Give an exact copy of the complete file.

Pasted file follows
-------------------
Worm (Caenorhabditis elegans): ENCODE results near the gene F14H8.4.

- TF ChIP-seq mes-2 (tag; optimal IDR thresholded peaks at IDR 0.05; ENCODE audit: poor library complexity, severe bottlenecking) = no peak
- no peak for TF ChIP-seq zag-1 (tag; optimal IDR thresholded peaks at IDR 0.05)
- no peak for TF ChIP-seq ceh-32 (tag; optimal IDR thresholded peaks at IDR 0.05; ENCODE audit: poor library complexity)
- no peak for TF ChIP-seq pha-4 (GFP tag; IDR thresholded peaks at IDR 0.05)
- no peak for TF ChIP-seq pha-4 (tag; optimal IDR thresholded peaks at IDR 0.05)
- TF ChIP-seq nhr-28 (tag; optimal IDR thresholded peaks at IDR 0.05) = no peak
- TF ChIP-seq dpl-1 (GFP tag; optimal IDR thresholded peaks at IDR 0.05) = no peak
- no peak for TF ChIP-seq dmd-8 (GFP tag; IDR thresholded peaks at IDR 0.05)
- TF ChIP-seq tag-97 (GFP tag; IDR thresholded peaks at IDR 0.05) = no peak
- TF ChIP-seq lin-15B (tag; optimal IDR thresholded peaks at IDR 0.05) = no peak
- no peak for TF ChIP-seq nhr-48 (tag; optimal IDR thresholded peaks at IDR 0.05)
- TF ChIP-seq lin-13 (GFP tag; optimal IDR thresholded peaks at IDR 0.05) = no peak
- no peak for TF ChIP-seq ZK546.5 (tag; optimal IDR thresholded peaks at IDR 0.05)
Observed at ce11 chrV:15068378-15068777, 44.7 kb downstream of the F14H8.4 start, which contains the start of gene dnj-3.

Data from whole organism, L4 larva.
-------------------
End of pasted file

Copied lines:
Worm (Caenorhabditis elegans): ENCODE results near the gene F14H8.4.

- TF ChIP-seq mes-2 (tag; optimal IDR thresholded peaks at IDR 0.05; ENCODE audit: poor library complexity, severe bottlenecking) = no peak
- no peak for TF ChIP-seq zag-1 (tag; optimal IDR thresholded peaks at IDR 0.05)
- no peak for TF ChIP-seq ceh-32 (tag; optimal IDR thresholded peaks at IDR 0.05; ENCODE audit: poor library complexity)
- no peak for TF ChIP-seq pha-4 (GFP tag; IDR thresholded peaks at IDR 0.05)
- no peak for TF ChIP-seq pha-4 (tag; optimal IDR thresholded peaks at IDR 0.05)
- TF ChIP-seq nhr-28 (tag; optimal IDR thresholded peaks at IDR 0.05) = no peak
- TF ChIP-seq dpl-1 (GFP tag; optimal IDR thresholded peaks at IDR 0.05) = no peak
- no peak for TF ChIP-seq dmd-8 (GFP tag; IDR thresholded peaks at IDR 0.05)
- TF ChIP-seq tag-97 (GFP tag; IDR thresholded peaks at IDR 0.05) = no peak
- TF ChIP-seq lin-15B (tag; optimal IDR thresholded peaks at IDR 0.05) = no peak
- no peak for TF ChIP-seq nhr-48 (tag; optimal IDR thresholded peaks at IDR 0.05)
- TF ChIP-seq lin-13 (GFP tag; optimal IDR thresholded peaks at IDR 0.05) = no peak
- no peak for TF ChIP-seq ZK546.5 (tag; optimal IDR thresholded peaks at IDR 0.05)
Observed at ce11 chrV:15068378-15068777, 44.7 kb downstream of the F14H8.4 start, which contains the start of gene dnj-3.

Data from whole organism, L4 larva.